BRUISED AND BATTERED from last fall's electoral outcome, Democrats limped into the 2005 session knowing full well the GOP was planning to introduce bills on abortion and a faith-based funding initiative aimed at loosening the restrictions on allowing taxpayer money to flow to churches, synagogues and religious groups that serve the needy.
House Democrats had blocked those two measures in past years.
But instead of merely sitting back, Democrats followed the prior examples of opposition parties throughout history - including Georgia Republicans - and drafted competing legislation that takes the GOP's initiatives and tweaks them a bit.
Mike Digby, a political science professor at Georgia College & State University in Milledgeville, said such a game plan can help a minority party significantly.
The tactic prevents the dominant party - here the Republicans - from passing legislation and then saying Democrats are against certain proposals relating to faith and conservative values.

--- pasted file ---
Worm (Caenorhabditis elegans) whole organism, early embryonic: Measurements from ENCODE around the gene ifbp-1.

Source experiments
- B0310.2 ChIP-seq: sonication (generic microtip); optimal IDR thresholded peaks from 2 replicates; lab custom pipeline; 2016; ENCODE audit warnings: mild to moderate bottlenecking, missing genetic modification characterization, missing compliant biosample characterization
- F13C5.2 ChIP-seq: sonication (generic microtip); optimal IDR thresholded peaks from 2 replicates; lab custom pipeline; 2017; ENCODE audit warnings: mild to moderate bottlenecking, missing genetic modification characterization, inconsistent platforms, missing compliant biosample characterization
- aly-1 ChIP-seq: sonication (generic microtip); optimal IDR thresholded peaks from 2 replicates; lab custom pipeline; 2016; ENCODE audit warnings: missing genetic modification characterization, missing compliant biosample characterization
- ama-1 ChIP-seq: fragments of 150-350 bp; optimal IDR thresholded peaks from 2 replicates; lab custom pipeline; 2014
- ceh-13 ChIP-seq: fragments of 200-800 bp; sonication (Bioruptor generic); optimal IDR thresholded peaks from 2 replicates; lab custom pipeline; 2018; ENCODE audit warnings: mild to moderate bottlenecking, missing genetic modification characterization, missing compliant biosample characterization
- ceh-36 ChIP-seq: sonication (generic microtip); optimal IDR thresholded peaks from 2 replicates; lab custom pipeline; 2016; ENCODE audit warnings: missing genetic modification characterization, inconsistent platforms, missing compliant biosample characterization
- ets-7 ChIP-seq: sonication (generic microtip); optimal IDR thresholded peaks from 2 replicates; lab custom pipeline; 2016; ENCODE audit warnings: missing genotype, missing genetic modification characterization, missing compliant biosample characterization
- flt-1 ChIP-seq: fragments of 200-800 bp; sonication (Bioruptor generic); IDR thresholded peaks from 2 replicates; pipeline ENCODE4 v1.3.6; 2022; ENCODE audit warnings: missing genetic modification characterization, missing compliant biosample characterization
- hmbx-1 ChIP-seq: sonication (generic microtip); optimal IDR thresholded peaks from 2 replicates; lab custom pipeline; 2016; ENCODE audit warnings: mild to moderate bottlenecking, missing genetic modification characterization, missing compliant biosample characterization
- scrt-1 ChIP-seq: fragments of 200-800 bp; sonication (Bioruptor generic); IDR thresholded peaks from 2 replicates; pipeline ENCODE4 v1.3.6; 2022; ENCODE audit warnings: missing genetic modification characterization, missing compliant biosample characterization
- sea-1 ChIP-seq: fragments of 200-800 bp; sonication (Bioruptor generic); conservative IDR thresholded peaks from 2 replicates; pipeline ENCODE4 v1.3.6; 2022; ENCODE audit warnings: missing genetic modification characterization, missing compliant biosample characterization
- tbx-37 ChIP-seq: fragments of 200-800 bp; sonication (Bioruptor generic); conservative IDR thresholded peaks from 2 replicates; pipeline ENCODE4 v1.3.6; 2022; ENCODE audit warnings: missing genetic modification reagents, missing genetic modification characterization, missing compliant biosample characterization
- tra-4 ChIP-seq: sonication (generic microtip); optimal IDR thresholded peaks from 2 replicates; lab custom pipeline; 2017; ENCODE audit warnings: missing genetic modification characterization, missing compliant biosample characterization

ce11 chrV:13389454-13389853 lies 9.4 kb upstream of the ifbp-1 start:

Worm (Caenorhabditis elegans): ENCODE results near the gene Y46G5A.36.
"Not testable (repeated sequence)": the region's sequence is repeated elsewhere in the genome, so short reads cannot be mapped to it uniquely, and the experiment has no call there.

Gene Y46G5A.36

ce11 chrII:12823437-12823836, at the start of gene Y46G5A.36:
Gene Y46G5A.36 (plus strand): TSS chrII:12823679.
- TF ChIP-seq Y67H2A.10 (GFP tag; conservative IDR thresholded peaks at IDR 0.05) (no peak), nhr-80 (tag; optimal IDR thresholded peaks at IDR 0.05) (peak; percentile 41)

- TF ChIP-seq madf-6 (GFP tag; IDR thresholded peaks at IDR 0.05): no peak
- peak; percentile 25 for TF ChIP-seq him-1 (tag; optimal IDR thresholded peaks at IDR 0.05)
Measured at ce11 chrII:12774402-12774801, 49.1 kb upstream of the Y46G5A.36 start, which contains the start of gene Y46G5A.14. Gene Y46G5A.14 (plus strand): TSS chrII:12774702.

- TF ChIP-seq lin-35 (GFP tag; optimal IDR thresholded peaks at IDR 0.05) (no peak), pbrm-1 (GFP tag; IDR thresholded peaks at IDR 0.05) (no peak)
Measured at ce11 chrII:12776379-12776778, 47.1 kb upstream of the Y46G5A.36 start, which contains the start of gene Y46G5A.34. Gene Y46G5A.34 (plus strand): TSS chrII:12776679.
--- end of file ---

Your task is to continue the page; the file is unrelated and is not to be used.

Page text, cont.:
"It's a way of showing you care about (those issues), but you've got a somewhat different approach than the other side," Mr. Digby said. "It's campaign protection."
For their part, Democrats have drawn up bills that are very different in nature from the Republican legislation they were designed to compete against.
On the abortion waiting-period bill, the Republican plan requires physicians to provide a woman seeking an abortion with a bundle of information about the medical risks and alternatives to abortion.
The GOP measure requires women to learn about adoption, child-support eligibility, prenatal care plans, fetal pain and the approximate size and weight of the fetus at the time of abortion.
But under the Democratic plan, physicians are only required to give women the option of reviewing materials on adoption and the physiological characteristics of the fetus.
"I don't see anything wrong with offering them that information," said Rep. Debbie Buckner, D-Junction City, the sponsor of the Democrats' bill. "It's about giving them a choice about whether they want to go through with the procedure or a choice of making an informed decision where they do know what services are available if they want to have the baby."